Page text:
The UK turkey sector is still in a lull. Domestic consumption at 2.8kg a head lags way behind other EU countries such as France (6.6kg a head) and North America (7.6kg a head).
For the UK’s largest producer Bernard Matthews, producing 7m birds annually, it is a challenge. The company, which lost its charismatic founder recently, is still in recovery from the devastation avian influenza wreaked on the business in February 2007. Half the domestic market disappeared overnight.
Having left the chicken sector after 29 years with Moy Park, Mr Ballantyne now heads up agriculture at the Norfolk turkey producer that has an estimated 60% share of the UK market. “The business deserves to do well,” he says of Bernard Matthews. “The long-term aim is to lift domestic consumption by 2.5kg a head.”
It’s some target, but the company is prepared to do the marketing and finance a campaign, he declares. If successful, a lift would also benefit other turkey producers, but as a major stakeholder “BM”, as he refers to it, would prosper. By comparison, chicken has volume but is largely commoditised, he says, whereas turkey maintains value, but is still highly dependent on a once-a-year fix.
Enter Marco Pierre White. The celebrity chef joined Bernard Matthews’ campaign to boost consumption in spring 2010. Consumers were to be educated how to cook turkey and told it is the only meat to attain super-food status, being low in saturated fat and a good source of some key vitamins and minerals.
“Just as a dog isn’t simply for Christmas, neither should turkey be,” says Mr Ballantyne. In its sights Bernard Matthews sees turkey mince as a replacer for beef mince in quick-fix dishes such as spaghetti bolognaise, popular with working families. “We’re asking consumers to change their meat, not their menu,” he says, repeating a company slogan.
There is also a bigger picture. “Poultry has to be the protein of the future. If world population rises by 50% by 2020 as scientists predict and with no increase in land to farm, poultry is the most efficient converter of feed into meat. Other species – pigs, sheep, beef – don’t come close.”
But that still leaves the industry facing the challenge of securing feedstuffs – mainly wheat and soya – from volatile commodity markets, he admits. And with almost 90% of company sales aimed at the retail sector (just 6% ends up in foodservice), negotiations with supermarkets on forward pricing is key.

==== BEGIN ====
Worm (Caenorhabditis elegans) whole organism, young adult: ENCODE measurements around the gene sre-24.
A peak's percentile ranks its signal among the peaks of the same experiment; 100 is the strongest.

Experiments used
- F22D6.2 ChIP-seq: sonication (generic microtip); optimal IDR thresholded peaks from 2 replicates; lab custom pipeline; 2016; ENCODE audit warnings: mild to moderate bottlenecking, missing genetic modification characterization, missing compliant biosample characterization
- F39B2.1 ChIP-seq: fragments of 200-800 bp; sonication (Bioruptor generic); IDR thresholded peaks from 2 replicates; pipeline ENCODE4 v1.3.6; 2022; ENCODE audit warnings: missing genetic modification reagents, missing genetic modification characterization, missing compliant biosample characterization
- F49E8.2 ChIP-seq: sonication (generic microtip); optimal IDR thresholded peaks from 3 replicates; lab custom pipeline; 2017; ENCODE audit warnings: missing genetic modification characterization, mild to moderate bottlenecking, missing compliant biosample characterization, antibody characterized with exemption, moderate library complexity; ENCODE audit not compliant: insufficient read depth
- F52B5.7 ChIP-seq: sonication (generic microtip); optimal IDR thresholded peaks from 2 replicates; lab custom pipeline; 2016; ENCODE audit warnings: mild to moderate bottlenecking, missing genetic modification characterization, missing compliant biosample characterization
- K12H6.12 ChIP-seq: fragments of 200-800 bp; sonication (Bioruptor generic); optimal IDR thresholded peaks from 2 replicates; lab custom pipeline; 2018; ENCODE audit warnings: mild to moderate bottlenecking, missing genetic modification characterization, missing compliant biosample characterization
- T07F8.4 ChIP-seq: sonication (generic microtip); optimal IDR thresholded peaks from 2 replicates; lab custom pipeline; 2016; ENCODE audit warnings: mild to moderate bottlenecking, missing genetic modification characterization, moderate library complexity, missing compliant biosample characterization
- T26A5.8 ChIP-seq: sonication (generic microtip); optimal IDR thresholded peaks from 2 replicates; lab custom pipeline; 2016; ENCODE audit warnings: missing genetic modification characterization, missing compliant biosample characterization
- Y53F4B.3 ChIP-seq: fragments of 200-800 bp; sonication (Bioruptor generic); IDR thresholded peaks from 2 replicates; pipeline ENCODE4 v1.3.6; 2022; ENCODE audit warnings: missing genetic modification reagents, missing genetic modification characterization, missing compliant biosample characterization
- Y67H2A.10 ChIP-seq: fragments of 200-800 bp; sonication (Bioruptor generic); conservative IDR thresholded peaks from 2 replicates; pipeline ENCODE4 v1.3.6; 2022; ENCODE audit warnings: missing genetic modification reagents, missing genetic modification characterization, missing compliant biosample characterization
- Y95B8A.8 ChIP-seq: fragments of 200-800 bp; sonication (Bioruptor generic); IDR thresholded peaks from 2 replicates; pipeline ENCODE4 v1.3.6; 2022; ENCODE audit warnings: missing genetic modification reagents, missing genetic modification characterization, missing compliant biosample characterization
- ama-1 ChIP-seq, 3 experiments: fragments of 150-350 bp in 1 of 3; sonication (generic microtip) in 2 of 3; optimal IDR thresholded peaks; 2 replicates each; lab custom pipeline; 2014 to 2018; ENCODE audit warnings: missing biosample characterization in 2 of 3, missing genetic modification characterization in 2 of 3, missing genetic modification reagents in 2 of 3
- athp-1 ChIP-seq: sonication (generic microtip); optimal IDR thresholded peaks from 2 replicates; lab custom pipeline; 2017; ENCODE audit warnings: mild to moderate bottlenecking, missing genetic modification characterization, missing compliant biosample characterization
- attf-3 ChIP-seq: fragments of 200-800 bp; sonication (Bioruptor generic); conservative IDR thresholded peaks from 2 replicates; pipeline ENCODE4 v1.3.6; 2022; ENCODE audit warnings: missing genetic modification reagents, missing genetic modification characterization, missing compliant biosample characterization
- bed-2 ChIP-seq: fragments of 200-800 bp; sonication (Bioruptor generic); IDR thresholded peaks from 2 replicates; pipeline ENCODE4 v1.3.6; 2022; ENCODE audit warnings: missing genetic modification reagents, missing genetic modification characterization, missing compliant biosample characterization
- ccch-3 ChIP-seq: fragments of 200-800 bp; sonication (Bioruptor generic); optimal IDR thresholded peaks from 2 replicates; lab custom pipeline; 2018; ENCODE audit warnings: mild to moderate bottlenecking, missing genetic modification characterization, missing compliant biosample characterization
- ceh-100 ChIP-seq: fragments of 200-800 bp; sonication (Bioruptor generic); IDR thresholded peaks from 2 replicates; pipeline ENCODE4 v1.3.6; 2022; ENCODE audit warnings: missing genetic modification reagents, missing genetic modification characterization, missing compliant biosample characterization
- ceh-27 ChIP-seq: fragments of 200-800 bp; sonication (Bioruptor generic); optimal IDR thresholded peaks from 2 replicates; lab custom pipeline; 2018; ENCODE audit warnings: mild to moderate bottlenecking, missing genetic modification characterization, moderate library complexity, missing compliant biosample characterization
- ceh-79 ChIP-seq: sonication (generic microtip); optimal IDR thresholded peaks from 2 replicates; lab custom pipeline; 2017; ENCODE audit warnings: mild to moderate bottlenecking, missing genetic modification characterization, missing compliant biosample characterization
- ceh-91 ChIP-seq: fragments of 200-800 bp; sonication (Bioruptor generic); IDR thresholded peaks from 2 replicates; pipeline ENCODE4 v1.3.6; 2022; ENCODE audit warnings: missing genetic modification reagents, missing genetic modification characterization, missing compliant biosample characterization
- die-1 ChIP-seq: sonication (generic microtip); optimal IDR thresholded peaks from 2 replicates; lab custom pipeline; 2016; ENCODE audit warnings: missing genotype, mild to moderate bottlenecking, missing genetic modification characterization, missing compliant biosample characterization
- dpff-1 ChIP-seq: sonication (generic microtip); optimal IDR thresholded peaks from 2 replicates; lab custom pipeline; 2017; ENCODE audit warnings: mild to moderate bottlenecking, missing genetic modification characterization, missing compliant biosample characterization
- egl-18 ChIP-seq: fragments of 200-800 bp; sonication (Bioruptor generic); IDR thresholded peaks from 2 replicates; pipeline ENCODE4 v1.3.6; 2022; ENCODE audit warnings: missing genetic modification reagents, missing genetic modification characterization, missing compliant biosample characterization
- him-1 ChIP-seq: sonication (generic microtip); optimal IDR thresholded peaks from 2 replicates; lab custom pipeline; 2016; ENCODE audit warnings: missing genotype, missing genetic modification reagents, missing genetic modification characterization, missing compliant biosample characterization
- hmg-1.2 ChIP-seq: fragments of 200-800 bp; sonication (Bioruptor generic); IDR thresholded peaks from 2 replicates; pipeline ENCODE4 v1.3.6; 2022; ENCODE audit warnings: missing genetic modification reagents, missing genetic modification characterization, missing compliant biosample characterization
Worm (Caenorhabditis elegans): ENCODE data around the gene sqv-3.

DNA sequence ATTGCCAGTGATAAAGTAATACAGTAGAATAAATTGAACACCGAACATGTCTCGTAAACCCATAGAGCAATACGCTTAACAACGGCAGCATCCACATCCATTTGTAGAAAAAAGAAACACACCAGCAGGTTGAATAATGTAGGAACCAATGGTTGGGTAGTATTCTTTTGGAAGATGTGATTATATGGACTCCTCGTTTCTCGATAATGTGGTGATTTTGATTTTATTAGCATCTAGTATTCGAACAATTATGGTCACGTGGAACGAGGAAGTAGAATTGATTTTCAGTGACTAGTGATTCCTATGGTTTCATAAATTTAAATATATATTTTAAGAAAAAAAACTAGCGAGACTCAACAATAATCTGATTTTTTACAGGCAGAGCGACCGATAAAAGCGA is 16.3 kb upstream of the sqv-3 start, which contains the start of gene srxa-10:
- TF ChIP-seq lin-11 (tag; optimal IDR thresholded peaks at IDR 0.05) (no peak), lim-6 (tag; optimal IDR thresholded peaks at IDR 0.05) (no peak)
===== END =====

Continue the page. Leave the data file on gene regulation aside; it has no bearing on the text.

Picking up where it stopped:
“There has to be willingness among retailers to agree prices going forward at a rate that reflect changes in feed costs,” he insists. It is a bumpy ride on the back of volatile markets, with wheat shifting from £106/t to £210/t since July 2010 and non-GM soya climbing from £280/t to £380/t.
The battle will be to maintain margin but, he believes, turkey can compete. “Yes, feed conversion is better for chicken overall, but when it comes to producing breast meat the two are very close.”
His experience in the chicken sector will benefit his new role. The switch in species, he says, was partly driven by a respect for what Bernard Matthews has achieved, as well as endured. “It certainly didn’t deserve the impact of avian influenza or the twizzler saga,” he says – the latter being a reference to the government and Jamie Oliver’s attack on school meals.
“The business maintains a healthy balance sheet and the present board is two years into a four-year recovery programme aimed at securing the business’s future. We have a responsibility to our 2000 employees, the shareholders and the numerous stakeholders to make it work.”
Last year, 2010, marked a turning point with increased sales, he says. It also saw the acquisition of Lincs Turkeys, giving instant volume in the free-range sector that accounts currently for 15% of sales and is growing.
“Opportunities in the poultry sector are massive; the possibilities enormous,” he enthuses.
But the turkey sector has its work to do. UK consumption is estimated at 16m birds annually; for comparison the chicken sector processes 16m birds weekly before accounting for imports of breast meat.
Even with celebrity endorsements the company has much ground to cover in lifting domestic consumption outside traditional occasions such as Easter and Christmas. “If anyone can do it Bernard Matthews can,” he says.